LGBT education bill opponents may come up short


"It's very difficult without paid signature gatherers, but the ground swell is so great, it actually possible that we just might make it," Pacific Justice Institute spokesperson Brad Dacus said.

But a last-minute email plea to supporters says it would take a "miracle" to get the number of signatures required to qualify the referendum and that help is needed.

Gay rights groups are crossing their fingers, hoping the effort falls short. They've been working for years to get themselves included in textbooks.

"It's necessary because there's a whole community that has been censored out of our education system," Equality California spokesperson Mario Guerrero said.

What has hurt the referendum movement is the lack of big money that was behind Proposition 8, the controversial initiative that banned same sex marriage in California.

The repeal on Senate Bill 48 has mostly been a volunteer effort centered around concerns that schools will teach homosexuality. If it fails to meet the Wednesday deadline, the same groups may try for an initiative on the November 2012 ballot.

"When it comes to defending the rights of parents and protecting children, we at Pacific Justice Institute are willing to look at all avenues necessary to be able to do so," Dacus said.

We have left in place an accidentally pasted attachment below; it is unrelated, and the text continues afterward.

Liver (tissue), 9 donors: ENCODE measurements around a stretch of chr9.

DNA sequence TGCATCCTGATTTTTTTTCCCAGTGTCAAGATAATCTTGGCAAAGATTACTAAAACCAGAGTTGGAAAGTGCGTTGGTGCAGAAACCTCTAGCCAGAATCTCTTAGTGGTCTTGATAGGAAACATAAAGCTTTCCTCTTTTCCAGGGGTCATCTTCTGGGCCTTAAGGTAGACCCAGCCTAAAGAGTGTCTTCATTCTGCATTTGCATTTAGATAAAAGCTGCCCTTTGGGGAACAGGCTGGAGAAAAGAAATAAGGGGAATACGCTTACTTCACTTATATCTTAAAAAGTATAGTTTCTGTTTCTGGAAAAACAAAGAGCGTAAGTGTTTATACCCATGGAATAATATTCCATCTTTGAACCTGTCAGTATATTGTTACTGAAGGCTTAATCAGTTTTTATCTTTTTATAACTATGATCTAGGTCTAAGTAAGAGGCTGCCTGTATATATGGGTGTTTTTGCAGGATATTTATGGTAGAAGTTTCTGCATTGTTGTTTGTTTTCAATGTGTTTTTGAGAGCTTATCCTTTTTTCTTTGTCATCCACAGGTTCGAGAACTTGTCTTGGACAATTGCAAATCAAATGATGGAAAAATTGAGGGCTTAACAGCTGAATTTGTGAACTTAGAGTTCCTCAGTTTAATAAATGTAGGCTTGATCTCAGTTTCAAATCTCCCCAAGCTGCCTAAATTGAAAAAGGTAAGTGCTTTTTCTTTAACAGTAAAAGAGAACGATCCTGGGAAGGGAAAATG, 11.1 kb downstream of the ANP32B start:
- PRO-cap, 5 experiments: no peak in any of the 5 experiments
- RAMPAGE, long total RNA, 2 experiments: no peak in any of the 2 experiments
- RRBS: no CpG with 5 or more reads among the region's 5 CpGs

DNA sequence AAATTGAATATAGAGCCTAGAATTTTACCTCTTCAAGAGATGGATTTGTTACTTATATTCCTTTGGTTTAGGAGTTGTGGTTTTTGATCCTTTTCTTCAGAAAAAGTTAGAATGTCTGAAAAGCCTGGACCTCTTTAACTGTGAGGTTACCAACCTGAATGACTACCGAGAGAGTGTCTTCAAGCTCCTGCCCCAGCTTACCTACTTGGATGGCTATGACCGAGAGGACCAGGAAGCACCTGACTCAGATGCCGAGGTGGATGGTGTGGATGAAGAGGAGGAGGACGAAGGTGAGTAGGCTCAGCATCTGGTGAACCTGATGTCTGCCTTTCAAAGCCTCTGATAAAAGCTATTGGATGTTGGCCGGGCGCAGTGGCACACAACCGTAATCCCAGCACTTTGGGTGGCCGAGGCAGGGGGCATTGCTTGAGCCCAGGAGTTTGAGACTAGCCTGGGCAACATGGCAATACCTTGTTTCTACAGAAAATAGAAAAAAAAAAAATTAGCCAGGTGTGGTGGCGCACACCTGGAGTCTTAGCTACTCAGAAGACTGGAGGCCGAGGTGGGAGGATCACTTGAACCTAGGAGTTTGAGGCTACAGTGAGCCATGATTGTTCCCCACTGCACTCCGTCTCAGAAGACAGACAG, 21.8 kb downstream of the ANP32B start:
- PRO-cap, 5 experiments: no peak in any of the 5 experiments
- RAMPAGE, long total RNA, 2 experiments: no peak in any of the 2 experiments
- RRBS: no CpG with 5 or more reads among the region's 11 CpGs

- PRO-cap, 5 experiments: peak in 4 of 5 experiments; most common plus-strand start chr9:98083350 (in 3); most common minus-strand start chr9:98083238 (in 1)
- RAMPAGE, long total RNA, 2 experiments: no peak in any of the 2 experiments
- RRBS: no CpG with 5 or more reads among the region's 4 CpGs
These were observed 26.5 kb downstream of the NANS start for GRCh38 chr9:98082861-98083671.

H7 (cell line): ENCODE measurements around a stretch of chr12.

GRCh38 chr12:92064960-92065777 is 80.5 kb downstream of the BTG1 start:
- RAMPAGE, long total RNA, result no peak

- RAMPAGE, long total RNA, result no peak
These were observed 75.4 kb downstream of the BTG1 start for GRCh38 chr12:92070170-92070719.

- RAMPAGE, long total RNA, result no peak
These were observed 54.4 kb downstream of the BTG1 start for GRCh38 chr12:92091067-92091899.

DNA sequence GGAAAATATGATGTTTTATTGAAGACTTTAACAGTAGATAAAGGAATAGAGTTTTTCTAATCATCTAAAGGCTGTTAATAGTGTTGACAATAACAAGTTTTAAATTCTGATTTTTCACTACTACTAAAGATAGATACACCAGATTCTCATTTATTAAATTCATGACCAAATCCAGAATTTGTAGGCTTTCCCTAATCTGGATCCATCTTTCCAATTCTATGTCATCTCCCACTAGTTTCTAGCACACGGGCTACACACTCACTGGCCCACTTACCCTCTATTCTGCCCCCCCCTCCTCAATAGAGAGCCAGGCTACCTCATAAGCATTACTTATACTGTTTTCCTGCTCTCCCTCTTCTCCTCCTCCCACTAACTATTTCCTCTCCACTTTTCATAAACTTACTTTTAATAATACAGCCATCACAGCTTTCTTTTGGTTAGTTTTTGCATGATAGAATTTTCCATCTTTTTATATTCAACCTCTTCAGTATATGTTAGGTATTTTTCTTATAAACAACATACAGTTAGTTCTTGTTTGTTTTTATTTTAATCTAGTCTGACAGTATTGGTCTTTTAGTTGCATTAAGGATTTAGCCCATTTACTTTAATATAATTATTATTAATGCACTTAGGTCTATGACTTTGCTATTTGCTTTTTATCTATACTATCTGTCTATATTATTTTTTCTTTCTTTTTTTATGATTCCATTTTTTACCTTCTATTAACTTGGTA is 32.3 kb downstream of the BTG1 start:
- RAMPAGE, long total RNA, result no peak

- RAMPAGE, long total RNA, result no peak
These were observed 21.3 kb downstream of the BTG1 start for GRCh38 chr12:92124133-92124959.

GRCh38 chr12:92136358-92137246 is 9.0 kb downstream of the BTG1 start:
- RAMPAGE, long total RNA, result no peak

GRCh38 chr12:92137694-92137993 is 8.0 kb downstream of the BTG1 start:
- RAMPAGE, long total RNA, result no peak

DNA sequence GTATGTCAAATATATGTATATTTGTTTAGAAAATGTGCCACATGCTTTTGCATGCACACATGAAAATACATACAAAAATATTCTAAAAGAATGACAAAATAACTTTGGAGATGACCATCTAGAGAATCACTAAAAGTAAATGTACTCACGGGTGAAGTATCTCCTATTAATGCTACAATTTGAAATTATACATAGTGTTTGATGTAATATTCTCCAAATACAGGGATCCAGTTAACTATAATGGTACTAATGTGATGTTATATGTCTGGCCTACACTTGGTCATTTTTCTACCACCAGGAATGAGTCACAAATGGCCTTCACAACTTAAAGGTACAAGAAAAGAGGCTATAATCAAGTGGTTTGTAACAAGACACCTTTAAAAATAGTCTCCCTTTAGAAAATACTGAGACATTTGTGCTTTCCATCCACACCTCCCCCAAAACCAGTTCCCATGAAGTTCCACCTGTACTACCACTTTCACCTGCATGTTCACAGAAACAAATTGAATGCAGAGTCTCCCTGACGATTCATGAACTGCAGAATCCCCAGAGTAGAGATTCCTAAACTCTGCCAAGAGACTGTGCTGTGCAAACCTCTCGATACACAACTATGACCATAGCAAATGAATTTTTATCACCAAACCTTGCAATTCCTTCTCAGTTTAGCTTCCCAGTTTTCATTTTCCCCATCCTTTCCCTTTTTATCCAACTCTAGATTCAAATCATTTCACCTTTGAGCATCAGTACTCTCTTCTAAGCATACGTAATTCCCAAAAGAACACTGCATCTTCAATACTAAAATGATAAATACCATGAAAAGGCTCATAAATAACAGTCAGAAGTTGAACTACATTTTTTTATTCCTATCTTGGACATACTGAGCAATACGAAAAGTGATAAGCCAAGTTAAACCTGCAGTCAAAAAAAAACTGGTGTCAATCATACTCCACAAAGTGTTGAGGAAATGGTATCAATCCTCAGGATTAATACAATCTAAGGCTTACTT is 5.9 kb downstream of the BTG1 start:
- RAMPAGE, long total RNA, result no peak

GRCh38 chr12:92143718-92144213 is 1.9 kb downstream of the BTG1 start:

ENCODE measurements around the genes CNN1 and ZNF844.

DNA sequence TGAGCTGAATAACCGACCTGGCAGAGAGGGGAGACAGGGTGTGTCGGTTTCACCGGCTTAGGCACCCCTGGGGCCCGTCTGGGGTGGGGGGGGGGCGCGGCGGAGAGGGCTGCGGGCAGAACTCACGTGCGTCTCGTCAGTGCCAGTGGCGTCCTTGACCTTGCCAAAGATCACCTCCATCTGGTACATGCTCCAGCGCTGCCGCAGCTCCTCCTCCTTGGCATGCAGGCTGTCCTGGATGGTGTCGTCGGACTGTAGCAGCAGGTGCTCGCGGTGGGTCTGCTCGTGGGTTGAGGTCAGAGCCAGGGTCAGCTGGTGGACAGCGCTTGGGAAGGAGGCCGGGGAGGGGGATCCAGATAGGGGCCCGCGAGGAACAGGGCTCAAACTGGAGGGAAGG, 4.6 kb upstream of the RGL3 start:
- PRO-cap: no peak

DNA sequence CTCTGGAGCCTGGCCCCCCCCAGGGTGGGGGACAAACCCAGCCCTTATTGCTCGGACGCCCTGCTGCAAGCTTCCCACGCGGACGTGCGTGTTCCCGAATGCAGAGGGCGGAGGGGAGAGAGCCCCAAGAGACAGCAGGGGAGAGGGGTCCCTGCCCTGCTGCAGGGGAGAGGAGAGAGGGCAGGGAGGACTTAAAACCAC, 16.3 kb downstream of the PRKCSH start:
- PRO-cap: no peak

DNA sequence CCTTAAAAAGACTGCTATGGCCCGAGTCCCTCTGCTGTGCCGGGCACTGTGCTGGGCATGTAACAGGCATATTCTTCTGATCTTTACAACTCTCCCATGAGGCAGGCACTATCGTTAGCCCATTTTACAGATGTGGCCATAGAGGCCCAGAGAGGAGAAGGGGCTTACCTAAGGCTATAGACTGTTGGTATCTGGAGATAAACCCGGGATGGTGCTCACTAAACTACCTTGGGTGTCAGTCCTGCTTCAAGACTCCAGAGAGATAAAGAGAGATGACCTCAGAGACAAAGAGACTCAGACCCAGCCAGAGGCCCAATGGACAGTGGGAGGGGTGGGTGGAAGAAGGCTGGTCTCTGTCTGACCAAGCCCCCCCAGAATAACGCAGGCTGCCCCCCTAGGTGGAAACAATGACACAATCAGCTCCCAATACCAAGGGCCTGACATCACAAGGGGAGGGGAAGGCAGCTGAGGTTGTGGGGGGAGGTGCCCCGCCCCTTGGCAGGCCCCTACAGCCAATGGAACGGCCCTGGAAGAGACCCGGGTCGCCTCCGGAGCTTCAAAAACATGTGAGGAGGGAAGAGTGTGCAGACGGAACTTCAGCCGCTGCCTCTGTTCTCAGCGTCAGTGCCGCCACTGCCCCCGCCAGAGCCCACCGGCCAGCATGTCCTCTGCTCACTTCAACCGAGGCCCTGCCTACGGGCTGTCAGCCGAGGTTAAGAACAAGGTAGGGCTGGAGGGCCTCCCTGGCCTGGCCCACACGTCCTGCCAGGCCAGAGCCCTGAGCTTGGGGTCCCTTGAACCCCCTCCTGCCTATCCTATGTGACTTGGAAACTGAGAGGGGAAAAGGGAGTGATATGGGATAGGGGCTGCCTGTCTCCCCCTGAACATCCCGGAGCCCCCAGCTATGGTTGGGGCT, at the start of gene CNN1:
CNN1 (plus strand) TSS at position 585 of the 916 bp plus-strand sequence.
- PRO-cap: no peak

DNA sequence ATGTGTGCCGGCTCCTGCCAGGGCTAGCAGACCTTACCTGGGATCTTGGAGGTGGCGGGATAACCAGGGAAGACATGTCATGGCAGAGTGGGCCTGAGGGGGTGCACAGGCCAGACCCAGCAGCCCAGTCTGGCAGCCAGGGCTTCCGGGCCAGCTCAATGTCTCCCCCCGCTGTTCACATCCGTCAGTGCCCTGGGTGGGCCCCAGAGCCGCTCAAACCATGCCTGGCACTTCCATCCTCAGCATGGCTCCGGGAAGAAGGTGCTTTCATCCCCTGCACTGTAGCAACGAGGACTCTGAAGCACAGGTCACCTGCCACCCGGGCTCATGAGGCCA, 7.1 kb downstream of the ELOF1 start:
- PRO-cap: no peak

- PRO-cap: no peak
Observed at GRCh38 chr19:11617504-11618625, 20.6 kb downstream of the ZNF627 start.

Supporters of the inclusion of gay history say the new textbooks could help combat bullying and promote greater understanding. They don't want to wait and feel the new books are needed now.

"It would mean so much; had it been around when I was younger, it probably would have saved me from a lot of the trauma I had to go through," Javier Pinedo, who was bullied as a teen, said.

Since California is the largest textbook buyer in the country, publishers will try to sell the California edition to other states. So whatever happens has national implications.

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